The Balance of Life is in the Ripe and Ruin

Tradition can often cast a fog over a beautiful view.

Ever since I began vocalizing my disbelief in a god I have been asked about my thoughts on death. People often will ask questions like: “Aren’t you worried that nothing happens to you after you die?” My response has remained the same for some years now.

A beautiful process will begin when I pass away. I plan to be cremated and the ashes spread into the earth. It is here where my remains will continue to unite with the earth and the nutrients from my remains will help create new life. I see this as a form of unconscious reincarnation. Unconscious being quite important, here.
In my mind this view trumps those sold by traditions which tend to further detach and remove the human body from earth. Filling carcasses with chemicals and burying them in a container to further separate them from the earth is unnatural and unsustainable.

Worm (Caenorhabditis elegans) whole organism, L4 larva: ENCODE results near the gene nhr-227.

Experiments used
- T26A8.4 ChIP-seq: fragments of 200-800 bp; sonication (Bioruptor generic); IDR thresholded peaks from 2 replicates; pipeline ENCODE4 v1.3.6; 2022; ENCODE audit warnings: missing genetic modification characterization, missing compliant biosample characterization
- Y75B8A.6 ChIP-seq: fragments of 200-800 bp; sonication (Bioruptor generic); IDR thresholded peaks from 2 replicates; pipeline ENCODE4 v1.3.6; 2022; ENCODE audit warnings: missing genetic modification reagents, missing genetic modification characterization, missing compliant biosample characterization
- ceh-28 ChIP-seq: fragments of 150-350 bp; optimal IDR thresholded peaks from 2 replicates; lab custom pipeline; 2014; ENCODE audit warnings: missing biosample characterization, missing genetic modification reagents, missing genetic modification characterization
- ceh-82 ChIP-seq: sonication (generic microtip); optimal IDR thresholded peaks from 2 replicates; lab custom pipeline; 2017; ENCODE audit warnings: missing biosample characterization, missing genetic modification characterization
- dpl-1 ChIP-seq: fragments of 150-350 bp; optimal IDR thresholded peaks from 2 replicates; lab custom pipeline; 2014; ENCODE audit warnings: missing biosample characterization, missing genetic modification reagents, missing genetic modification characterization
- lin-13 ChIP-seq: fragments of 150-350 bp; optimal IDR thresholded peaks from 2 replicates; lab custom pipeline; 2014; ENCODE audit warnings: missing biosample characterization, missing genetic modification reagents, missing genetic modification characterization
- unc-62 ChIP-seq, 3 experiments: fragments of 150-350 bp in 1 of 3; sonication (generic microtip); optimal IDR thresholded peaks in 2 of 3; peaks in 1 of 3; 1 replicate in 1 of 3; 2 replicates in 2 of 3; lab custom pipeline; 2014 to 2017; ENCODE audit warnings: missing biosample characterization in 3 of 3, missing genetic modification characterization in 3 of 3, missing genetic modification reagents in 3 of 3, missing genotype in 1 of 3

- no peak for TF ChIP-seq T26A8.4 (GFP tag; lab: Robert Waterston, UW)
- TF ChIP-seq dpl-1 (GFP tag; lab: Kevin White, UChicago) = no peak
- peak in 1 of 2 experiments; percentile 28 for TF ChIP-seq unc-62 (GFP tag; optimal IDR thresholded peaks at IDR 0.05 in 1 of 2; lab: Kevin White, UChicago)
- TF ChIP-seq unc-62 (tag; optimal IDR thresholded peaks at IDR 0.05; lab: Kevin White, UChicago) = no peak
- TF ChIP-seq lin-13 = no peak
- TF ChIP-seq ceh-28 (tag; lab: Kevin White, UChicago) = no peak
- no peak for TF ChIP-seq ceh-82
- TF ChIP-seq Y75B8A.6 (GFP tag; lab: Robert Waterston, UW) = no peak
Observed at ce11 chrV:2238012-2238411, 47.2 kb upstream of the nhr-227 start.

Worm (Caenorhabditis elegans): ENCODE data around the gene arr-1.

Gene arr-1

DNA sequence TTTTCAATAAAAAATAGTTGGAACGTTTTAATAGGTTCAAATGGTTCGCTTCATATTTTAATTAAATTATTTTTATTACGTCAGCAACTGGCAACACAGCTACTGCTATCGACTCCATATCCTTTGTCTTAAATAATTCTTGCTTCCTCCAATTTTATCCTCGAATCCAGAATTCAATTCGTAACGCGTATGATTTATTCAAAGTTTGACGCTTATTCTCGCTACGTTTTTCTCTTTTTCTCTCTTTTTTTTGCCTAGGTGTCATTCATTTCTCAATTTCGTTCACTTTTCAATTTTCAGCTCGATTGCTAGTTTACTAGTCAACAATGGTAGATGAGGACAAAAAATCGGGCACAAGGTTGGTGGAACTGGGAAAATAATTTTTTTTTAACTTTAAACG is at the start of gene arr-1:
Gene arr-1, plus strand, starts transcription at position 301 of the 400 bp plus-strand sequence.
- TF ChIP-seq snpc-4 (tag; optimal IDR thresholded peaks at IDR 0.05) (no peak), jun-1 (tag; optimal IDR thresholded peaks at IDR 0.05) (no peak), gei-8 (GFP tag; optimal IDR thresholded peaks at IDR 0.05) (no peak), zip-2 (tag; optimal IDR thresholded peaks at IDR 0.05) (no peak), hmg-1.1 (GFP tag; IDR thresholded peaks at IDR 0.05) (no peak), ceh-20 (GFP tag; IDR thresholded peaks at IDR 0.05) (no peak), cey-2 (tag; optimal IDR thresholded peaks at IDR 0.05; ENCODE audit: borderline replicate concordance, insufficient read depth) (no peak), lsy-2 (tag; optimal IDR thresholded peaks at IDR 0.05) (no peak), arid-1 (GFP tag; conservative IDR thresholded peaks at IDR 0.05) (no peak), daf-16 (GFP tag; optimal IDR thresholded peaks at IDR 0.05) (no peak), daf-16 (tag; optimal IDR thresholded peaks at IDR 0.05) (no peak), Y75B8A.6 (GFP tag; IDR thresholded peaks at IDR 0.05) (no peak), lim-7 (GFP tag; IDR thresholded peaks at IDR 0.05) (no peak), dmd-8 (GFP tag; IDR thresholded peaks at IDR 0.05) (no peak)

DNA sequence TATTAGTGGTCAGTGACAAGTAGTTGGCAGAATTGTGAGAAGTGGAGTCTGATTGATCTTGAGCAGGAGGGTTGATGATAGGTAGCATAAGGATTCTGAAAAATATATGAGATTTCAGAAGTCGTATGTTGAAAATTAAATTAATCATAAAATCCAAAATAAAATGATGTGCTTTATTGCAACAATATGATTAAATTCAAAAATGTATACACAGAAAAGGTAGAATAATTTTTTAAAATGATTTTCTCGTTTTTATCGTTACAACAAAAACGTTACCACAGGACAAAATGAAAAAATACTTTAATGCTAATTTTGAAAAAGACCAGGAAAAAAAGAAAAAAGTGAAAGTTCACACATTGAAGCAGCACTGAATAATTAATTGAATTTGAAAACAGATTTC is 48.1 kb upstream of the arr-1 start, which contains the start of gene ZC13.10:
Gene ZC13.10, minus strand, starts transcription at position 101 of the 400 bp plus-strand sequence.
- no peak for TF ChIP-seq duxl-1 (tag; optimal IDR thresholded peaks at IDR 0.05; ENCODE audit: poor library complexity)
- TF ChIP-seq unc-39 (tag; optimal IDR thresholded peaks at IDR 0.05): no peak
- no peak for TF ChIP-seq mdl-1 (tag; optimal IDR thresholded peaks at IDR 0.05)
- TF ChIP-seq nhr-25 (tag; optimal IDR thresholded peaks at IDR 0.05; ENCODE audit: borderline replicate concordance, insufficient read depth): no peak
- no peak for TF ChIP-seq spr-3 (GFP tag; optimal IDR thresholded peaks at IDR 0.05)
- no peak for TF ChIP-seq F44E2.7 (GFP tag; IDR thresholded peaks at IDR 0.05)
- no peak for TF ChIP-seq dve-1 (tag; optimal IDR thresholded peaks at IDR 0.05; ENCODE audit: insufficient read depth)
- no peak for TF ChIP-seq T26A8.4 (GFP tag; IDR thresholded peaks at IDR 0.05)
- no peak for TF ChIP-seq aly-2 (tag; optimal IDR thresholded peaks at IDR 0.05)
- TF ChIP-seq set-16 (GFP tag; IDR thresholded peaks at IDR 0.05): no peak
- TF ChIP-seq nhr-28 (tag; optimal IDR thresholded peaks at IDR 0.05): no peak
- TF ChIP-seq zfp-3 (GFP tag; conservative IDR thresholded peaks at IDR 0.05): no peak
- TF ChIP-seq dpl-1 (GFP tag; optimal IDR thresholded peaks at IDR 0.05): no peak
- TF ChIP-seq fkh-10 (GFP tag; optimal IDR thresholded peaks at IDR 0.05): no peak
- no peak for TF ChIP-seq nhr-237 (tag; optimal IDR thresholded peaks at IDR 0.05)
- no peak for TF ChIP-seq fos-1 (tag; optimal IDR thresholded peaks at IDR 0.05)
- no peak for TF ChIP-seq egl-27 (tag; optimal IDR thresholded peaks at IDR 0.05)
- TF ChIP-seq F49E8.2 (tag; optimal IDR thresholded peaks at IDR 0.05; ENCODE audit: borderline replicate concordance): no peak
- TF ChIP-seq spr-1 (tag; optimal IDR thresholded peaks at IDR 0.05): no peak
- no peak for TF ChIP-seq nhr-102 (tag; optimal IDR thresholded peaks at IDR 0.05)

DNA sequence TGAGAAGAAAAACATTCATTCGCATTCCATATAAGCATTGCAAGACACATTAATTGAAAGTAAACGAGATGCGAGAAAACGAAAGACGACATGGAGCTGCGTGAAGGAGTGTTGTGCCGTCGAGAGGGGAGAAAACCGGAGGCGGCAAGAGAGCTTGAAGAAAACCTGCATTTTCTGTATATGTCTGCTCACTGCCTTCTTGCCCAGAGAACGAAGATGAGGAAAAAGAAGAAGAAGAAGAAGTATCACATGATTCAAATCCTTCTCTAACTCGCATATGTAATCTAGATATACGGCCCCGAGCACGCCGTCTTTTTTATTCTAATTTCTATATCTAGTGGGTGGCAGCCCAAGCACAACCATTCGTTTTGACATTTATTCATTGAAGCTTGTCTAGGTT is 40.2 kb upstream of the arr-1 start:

In addition to the outdated method of dealing with bodies, I feel that the method of mourning the deceased is outdated as well. Let me first start by saying I realize the importance of mourning and the process as a whole. However, the modern funeral (in my experience) is comprised of a socially constructed duty to stare at a coffin and ponder how sad one is to have lost a loved one. Often this is done repeatedly through various ceremonies.**


In contrast to these outdated ceremonies some cultures around the world celebrate the deceased. The mourning process is comprised of a celebration of life. Instead of having a funeral I strongly believe that a “life celebration” is a healthier way toward healing. Sincerely celebrating a life is beautiful mourning process that emits love and positivity.


**I just want to point out that I mean absolutely no disrespect toward these traditions. I simply believe it is time for more people to consider one of several better alternatives including what I have outlined here.


(Title courtesy of Alt-J)